Personalization IRL: The rise of tailored physical experiences
Learn how organizations can merge online and offline interactions to elevate the customer experience in real life (IRL).
This article was originally published on Toolbox Marketing.
As retailers prepare to return to brick-and-mortar spaces, consumers will increasingly expect the personalization they have become accustomed to online to be matched in-store. In this article, we’ll discuss how organizations can merge online and offline interactions to elevate the customer experience ‘IRL’.
After the pandemic moved much of life and commerce online, consumers have grown increasingly accustomed to a high level of personalization. This personalization helps them find the right products to purchase, the next meal to order, the best ebook or podcast to read or listen to, and the most compelling content to stream.
While these tailored experiences are shaping consumer behavior online, they are also set to transform physical engagements as businesses across industries vie to meet mounting consumer demands for relevant, bespoke experiences offline.
Seeking to merge the two worlds effectively, businesses from brick-and-mortar retail to financial services will turn to a range of emerging technologies to enhance the customer experience, provide convenience, and foster long-term relationships. Consider this a high-tech analog to the days when a customer would walk into the neighborhood store or restaurant, and the owners knew just how to help her.
Call it Personalization in real life (IRL).
Personalizing Physical Spaces
What does personalization look like in real life? Physical stores will evolve into smart showrooms, allowing customers to interact with brands and products in a customizable way.
Let us start with what happens once a customer enters a store.
The customer identifies herself by checking in on the store’s mobile app. She then receives a set of personalized offers and recommendations based on her previous purchases and browsing activity, both online and offline. Upon discovering a product, she can scan its barcode to learn more details via the mobile app. As she continues moving through the store, Near Field Communication (NFC) technology, radio-frequency identification, proximity sensors, and Bluetooth beacons make it possible for her to receive alerts about nearby products that may be of particular interest. Even unidentified customers can enjoy more relevant experiences, with digital displays tailored according to the time of day or year, weather, restaurant or store traffic, trending items, and so on.
The same kind of experience can be provided at a restaurant drive-through, a fast-food counter, or even a sports stadium.
Voice-powered personalization can also play an important role in making for more convenient and meaningful interactions, with assistants like Alexa employed to recommend products and enable purchases in a way that is consistent with a brand’s identity.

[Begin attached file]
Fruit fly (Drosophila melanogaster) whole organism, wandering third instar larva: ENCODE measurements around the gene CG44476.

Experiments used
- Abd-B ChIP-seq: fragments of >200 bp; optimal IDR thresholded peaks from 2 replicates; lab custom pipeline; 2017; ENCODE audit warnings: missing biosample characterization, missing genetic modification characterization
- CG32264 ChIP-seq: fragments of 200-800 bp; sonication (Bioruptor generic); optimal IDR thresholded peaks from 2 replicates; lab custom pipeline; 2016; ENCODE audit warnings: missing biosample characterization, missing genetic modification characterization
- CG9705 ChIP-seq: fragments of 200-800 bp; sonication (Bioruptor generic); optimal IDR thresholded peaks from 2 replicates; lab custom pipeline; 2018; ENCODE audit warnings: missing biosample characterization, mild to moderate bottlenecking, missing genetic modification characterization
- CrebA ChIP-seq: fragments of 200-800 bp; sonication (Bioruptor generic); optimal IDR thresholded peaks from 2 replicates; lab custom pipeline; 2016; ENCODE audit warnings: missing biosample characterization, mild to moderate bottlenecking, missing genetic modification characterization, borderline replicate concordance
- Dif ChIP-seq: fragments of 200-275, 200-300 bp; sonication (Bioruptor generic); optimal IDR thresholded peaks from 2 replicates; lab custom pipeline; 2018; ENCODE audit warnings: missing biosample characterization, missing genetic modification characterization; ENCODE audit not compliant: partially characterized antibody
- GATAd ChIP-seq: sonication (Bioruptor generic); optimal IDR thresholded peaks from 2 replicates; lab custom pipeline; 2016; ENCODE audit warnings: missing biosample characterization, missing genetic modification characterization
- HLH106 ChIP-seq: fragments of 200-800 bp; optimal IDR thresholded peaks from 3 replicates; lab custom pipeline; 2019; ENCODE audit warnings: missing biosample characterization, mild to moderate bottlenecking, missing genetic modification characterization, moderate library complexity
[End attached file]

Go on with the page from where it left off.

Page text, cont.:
To collect the data required to merge online and offline identities and create individual experiences without intruding on consumer privacy, obtaining user consent and providing full transparency on data collection is vital. Not only will this power personalization, but it will also, by directly involving the consumer, mitigate the “creep factor” that makes consumers suspicious of many data collection practices.
To make this possible, businesses will need to encourage customers to identify themselves (e.g., via a mobile app or kiosk) upon entering a physical store. The good news is that customers crave targeted and meaningful interactions both online and offline, making this a much easier sell.
While many of the most obvious use cases can be found in the retail sector, taking digital personalization to the physical world is not limited to this one industry.
Sports stadiums can curate the fan experience by giving visitors access to a remote app. This app can allow them to store digital tickets, order refreshments to their seats, view content pertinent to their interests, retrieve player information and game developments, select promotions on fan merchandise, and more. In tandem, event organizers can use their own apps to manage traffic through the stadium, directing users to the nearest restrooms or concession stands with the shortest lines, for example.
In financial services, where no two individuals’ needs and preferences are alike, institutions can use legacy technology such as ATMs for personalization. Each time a customer visits an ATM, the screen can be tailored according to the individual’s transaction history or financial goals, providing easy access to relevant options and offers from the bank.
It Is Only the Beginning
For many consumers, their trips to the grocery store, retail outlet, sports stadium, or banking branch have reduced significantly. But as they re-enter a world that has heavily shifted online, it will become more critical than ever for businesses to develop a strong omnichannel personalization strategy.
Those who manage to bring more value to physical experiences, inspired by customers’ online journeys and driven by a commitment to the kind of individualized service that our parents and grandparents could expect at their local Mom & Pop, will be poised to tackle this new normal.
And thankfully, through several exciting new innovations and activations, effectively delivering on personalization IRL is more than within reach.